Not long ago I engaged in a limited debate on Twitter with a guy named Jack Marshall who fancies himself an “ethics expert.” He has a web site called “Pro-Ethics” I was critical of a piece he had written about “The Biking Vogels”. The Vogels who are biking enthusiasts, decided to take their children on what can only be described as a bike trek of anyone’s lifetime. It was not all fun and games however. Here is how Marshall described it:
……..the Vogels set out in June on an even longer journey, from Prudhoe Bay, Alaska to the tip of Argentina. This 20,000 mile trek will take about thirty months, two and a half years. To read the Vogel’s breezy and cheerful accounts of their endless travels, one would think this is recreation—but it is, in fact, a business. The Vogels accept direct on-line contributions to their “educational quest,” have corporate sponsors, and frequently persuade those they meet on their journey to give them money and food. The only differences between the Vogels’ lifestyle and the Gypsies portrayed in old movies and operettas are that the Vogels have a website, don’t play tambourines, and use bicycles instead of a wagon.
His position seems to be that the trek was not motivated by anything as lofty as the parents wanting to “better their children” but by the reality show, profit mentality which in my opinion is “dumbing down” this country significantly. They were in effect, pimping out their kids to danger for their personal profit and fame at the cost of physical danger to their children and risking their mental futures. He came down hard on the parents. I was critical of his opinion. Adventure is a great. It is a character builder. I was irritated. Who was he, who had never met the children or parents to cast judgment on the bike trek of a lifetime. Something that would probably shape their view of the world and give them a perspective that would better them in all aspects of their lives.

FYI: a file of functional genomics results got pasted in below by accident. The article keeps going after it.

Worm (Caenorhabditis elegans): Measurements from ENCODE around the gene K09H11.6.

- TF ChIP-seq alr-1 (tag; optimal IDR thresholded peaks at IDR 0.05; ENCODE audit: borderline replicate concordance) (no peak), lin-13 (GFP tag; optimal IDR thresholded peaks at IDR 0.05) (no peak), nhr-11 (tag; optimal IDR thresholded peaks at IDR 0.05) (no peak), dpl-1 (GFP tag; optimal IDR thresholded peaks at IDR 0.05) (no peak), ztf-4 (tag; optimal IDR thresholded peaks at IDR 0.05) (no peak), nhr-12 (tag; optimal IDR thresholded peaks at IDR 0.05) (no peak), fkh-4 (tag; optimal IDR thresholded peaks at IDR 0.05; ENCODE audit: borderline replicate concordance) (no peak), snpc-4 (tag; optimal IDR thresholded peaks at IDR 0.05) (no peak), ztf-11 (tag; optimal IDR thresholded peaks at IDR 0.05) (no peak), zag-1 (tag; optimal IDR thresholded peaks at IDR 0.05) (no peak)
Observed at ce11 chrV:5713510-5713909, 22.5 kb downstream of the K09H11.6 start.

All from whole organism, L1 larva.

Then I paused. The more I thought about it, the more I kept hearing myself referring to it in the context of what I might want for my children. Would I put them though that? How would that fit into my hopes and dreams? Is that an appropriate question when deciding whats best for my kids? Would it make me any better than the “John and Kates” and the Falcon Heene’s of the world? Pushing my children into danger and reality show recognition based my dreams and desires. The children would have little choice.
Now we have 16 year old Abby Sutherland and her failed and dangerous attempt to be the youngest person to sail around the world. There is a lot of chatter out there that the parents pushed her into it without regard for her safety and again, with a reality show mentality. The father of Sutherland , admitting he was broke, told the The New York Post that he had a deal for a reality TV show based on the lives of his daughter and other 6 kids. The cost to rescue her will approach $300,000.
There is no buffer in the parent child relationship where these extreme events are concerned. No one to tells the children it’s ok to not want what their parents want. Or we may tell them with the subtext that our dreams are really theirs. Bike around the world? Lets do it Dad! Sail around the world at 16? Who wouldn’t! Children do not like to disappoint. Where is the real choice? Whose dreams are they really following? At what cost? Maybe Marshall’s criticism is warranted.